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Did my father's home pass to me when he died? Do I have to go through probate?

San Marcos, CA |

My father died in 2009. His home was his only asset. I live in it and pay the mortage. It was homesteaded in California. I am his executer and only living heir. Does it have to go through probate court? It is worth around $360,000.00. $170,000.00 is owed to the mortgage company.

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Attorney answers 4


Probate would be necessary to pass title to you. I would consult with a probate attorney to determine how best to proceed. You can do this without an attorney, and your case might be one where you are willing to try, since you are harming only yourself if you get it wrong. You might be able to find an attorney who would simply consult with you when you need assistance and would not act as attorney for the estate. This might keep costs down somewhat. You can check with some of the county probate courts for information on the probate process to determine how comfortable you are in proceeding with this.

James Frederick

*** LEGAL DISCLAIMER I am licensed to practice law in the State of Michigan and have offices in Wayne and Ingham Counties. My practice is focused in the areas of estate planning and probate administration. I am ethically required to state that the above answer does not create an attorney/client relationship. These responses should be considered general legal education and are intended to provide general information about the question asked. Frequently, the question does not include important facts that, if known, could significantly change the answer. Information provided on this site should not be used as a substitute for competent legal advice from a licensed attorney that practices in your state. The law changes frequently and varies from state to state. If I refer to your state's laws, you should not rely on what I say; I just did a quick Internet search and found something that looked relevant that I hoped you would find helpful. You should verify and confirm any information provided with an attorney licensed in your state.



Thank you, I appreciate your prompt response.


I generally agree with Mr. Frederick's advice, but in this instance I strongly advise you to get a lawyer and do it correctly. It's not going to cost a whole lot compared to the value of the house, and you won't have to worry down the line whether you have clear title shoud you decide to sell it.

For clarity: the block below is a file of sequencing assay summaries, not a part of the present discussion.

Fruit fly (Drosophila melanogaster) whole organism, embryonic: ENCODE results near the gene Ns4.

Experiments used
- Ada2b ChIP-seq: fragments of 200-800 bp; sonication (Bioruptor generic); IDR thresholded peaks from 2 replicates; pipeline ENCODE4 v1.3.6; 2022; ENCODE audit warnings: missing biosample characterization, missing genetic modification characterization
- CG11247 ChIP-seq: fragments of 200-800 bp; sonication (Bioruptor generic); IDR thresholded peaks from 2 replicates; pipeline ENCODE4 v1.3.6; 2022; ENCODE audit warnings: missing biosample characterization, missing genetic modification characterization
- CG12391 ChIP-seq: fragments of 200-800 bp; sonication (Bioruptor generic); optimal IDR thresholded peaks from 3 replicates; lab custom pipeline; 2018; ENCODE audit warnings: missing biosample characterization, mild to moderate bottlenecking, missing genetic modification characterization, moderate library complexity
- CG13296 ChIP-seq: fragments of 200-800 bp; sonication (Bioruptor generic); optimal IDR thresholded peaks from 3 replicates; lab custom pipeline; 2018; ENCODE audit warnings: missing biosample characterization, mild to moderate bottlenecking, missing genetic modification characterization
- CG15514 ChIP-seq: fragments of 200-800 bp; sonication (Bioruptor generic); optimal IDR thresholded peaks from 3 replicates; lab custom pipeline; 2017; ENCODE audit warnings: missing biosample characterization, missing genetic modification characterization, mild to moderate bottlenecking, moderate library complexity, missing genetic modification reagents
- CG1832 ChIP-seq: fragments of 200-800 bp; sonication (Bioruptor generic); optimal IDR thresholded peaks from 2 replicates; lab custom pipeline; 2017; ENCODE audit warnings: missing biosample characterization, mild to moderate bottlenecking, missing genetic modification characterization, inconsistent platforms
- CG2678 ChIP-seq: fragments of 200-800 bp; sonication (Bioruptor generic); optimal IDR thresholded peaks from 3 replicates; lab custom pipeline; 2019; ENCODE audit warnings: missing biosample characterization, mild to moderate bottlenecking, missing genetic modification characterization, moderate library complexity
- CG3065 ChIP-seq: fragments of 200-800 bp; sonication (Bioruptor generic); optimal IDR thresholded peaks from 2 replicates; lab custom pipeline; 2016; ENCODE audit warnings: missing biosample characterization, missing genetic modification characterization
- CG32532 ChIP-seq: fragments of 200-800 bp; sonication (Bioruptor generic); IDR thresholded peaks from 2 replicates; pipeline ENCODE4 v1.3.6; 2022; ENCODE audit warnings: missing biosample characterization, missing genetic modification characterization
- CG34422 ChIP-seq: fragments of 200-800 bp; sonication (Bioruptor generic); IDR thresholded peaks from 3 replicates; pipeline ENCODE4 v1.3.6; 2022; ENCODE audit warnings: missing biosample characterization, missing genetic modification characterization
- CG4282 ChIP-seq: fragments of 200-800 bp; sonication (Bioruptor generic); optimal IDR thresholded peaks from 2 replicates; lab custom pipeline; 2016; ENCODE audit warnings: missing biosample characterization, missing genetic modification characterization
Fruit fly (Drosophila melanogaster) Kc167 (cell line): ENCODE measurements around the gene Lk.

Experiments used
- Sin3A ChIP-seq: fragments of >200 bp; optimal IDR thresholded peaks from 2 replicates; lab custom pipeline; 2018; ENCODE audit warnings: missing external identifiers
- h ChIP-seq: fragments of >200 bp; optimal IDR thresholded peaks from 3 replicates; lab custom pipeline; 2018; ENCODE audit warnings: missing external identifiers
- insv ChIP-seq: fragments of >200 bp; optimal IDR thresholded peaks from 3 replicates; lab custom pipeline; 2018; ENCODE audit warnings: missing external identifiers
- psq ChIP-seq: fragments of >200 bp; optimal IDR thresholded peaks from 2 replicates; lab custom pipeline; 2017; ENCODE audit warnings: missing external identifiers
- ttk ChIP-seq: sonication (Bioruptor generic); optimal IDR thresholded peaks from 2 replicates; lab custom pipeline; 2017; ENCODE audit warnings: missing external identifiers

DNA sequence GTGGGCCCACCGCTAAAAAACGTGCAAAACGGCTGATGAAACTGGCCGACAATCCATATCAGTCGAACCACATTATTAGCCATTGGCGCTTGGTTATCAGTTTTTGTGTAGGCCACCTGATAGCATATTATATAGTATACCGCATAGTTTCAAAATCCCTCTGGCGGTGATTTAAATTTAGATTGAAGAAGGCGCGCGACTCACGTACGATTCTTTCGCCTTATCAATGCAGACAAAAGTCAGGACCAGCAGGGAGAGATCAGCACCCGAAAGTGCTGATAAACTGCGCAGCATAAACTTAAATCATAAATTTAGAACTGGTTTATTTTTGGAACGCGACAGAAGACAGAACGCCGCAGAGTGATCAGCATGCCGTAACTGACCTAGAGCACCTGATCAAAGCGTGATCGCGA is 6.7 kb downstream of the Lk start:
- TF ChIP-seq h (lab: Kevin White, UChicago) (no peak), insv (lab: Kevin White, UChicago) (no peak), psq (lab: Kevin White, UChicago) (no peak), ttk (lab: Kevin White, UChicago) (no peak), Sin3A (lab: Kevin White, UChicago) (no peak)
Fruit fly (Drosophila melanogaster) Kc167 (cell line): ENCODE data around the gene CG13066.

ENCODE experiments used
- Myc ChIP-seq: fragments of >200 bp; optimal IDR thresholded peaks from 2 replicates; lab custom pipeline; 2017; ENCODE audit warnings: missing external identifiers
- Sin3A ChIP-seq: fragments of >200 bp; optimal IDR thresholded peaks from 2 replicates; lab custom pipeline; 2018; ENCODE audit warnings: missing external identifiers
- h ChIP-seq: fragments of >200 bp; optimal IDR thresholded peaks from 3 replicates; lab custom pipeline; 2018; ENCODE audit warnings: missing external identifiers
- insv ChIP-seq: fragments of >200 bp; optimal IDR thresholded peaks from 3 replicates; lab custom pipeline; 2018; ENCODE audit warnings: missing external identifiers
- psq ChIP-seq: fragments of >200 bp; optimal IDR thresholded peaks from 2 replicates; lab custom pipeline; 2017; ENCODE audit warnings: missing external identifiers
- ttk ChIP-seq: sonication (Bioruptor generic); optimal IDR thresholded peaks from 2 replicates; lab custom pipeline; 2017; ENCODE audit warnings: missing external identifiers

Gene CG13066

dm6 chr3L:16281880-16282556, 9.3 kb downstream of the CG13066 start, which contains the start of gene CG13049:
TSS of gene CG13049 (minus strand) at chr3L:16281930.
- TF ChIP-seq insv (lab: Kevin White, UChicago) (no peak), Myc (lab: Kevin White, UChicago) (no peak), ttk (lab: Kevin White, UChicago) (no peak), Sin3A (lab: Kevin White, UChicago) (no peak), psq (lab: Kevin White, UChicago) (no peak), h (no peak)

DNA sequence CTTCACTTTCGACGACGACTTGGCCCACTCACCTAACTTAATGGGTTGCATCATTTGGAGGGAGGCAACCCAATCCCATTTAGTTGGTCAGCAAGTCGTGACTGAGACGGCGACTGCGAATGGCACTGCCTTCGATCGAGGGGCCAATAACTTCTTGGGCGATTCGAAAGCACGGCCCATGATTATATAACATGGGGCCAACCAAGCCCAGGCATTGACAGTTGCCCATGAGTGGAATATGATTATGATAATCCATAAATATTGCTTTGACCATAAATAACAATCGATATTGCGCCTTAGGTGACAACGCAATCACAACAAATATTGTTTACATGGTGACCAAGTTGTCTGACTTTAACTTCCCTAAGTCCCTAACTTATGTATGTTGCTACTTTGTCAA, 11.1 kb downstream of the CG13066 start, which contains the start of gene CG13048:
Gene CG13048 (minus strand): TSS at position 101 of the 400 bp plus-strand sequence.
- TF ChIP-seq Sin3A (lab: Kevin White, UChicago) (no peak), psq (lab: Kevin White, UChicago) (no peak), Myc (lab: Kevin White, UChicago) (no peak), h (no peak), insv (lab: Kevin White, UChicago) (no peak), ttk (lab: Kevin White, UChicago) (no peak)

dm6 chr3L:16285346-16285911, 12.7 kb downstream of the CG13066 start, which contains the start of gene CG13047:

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James P. Frederick

James P. Frederick


I actually agree with you. I think that ANY TIME probate is involved, a lawyer should be, as well. I certainly would use a lawyer to prepare the deed. The Asker's situation is one time when it is okay to *consider* less legal involvement, as long as a lawyer is used, as needed. I would not want the hassle of dealing with probate, myself. As with most things, you need to do a cost-benefit analysis.


TO properly transfer this property to your name from your father's, based on these facts, you will have to go through the probate process. The house has substantial value to it and you will have a lot of equity in the property. It would be money well spent to consult with a local probate attorney for assistance with the process and to be sure that it is properly handled. At the same time, you should do some estate planning for yourself to be sure that this is not a challenge for your loved ones in the future.

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While I agree with the other attorneys' answers, I'd like to add that there is generally a 3 year period in which you can file for an exclusion from real property tax reassessment after your father's death. Any further delay could increase your annual property taxes dramatically, especially if the house has appreciated since your father purchased it. I urge you to consult with a probate attorney right away.

Please call me for a free consultation at 925-362-4230. The information you obtain at this site is not, nor is it intended to be, legal advice. You should consult an attorney for individual advice regarding your own situation.

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